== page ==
Would you rather be thought beautiful, or be with someone you see as such?
Lionel Shriver, a (female) novelist, writes:
[A]s I get older, I grow less involved with feeling beautiful than with finding beauty. I am happy to inhabit the eye of the beholder. I spot a young woman strolling down Broadway, smooth, lithe, bronzed from the summer sun, clad simply in a skirt that suits her, and I want to call out, “You will never look better than you do right now!”This is in reference to the way the piece begins, with Shriver recalling an older man telling her this, her first summer after college.
While Shriver's essay is mostly about the question of weight - a controversial-but-not-really argument that if society has decided thin is beautiful, this impacts how fat people experience life - what struck me was what she writes about looking vs. being looked at. This seems far more about gender than age - women are expected to want to be found beautiful, whereas men are expected to want to be with someone beautiful. This is complicated, of course, in same-sex relationships, although there's always the possibility for adoption of 'traditional' roles, with one partner the pretty one, the other the one who snagged the pretty one.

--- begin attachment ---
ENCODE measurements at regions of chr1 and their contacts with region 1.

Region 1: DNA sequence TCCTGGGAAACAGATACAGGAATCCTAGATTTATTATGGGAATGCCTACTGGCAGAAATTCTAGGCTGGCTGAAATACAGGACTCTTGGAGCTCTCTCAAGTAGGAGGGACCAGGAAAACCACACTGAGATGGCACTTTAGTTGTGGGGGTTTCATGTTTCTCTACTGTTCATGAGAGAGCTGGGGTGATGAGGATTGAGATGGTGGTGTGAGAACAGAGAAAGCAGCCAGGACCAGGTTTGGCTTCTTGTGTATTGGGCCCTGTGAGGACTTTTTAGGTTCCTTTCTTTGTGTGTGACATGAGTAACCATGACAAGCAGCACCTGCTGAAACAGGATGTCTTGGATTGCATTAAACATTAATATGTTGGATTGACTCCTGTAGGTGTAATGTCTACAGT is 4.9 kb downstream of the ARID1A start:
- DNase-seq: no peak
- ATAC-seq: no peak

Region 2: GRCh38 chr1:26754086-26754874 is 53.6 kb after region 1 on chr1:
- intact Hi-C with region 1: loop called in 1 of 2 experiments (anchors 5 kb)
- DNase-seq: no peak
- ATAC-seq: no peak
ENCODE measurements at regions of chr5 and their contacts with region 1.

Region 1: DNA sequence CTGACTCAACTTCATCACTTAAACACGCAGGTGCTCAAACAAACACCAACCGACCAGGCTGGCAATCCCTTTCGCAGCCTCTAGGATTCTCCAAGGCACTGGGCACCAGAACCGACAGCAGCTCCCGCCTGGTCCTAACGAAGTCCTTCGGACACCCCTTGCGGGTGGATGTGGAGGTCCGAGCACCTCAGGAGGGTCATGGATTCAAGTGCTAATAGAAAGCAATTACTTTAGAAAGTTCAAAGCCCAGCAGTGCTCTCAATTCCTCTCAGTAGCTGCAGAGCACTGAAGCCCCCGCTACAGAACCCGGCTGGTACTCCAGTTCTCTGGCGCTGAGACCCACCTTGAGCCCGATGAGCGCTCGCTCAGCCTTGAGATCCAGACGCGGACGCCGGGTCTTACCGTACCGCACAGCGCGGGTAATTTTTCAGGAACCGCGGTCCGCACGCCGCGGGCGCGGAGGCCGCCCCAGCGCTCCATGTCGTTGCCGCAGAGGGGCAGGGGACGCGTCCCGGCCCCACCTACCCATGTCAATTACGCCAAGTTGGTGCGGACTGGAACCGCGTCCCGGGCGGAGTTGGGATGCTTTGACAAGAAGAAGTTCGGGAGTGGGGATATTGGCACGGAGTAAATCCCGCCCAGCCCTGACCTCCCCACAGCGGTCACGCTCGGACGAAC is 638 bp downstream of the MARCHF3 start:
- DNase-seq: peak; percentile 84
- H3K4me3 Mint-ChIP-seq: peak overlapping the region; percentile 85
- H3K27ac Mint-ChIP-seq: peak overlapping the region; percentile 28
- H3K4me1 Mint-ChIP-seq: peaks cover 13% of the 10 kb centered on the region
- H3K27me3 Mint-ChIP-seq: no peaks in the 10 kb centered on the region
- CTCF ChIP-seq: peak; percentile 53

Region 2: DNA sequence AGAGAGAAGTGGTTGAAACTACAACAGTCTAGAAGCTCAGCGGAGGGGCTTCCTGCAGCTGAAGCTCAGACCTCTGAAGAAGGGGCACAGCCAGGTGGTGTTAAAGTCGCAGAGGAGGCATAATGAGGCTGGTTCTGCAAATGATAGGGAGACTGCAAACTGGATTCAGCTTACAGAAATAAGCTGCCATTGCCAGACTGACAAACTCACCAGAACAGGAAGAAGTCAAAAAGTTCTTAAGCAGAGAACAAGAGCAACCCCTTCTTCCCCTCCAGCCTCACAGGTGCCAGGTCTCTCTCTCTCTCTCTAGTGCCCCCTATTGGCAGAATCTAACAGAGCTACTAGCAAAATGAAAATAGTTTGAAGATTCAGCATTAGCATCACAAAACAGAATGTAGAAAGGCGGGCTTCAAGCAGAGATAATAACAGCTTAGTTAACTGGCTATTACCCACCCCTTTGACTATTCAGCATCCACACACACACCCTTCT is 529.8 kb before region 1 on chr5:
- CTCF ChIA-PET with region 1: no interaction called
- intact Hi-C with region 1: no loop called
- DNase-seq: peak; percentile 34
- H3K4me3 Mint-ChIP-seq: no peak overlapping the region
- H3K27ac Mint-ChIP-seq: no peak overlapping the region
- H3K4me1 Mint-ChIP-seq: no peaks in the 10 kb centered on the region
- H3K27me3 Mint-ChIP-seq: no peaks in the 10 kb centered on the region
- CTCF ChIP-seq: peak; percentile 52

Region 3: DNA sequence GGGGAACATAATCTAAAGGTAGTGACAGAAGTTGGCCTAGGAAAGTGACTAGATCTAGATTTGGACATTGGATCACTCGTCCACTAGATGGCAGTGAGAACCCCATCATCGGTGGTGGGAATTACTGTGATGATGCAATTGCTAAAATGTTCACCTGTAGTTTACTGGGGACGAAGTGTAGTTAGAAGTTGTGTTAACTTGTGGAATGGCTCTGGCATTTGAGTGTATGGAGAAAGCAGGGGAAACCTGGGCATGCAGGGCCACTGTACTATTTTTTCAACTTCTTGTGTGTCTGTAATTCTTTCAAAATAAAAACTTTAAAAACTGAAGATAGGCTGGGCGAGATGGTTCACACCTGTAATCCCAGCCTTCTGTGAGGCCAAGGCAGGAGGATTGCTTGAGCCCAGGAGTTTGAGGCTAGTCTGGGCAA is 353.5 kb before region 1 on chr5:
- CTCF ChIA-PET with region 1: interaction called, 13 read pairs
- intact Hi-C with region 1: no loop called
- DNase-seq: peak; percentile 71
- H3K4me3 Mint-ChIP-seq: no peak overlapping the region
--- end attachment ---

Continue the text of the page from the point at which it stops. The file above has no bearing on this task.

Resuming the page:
But within the context of heterosexual relationships, are women really always more interested in being thought beautiful than in being with men they view as such? Are young women by necessity in this situation? And - as goes the modern-day feminist refrain, if usually in a different context - what about the men? Might there be straight men more interested in being looked at than in doing the looking? Or is everyone going to prefer looking to being looked at, and it's The Patriarchy keeping (most, or most young) women from joining in the fun?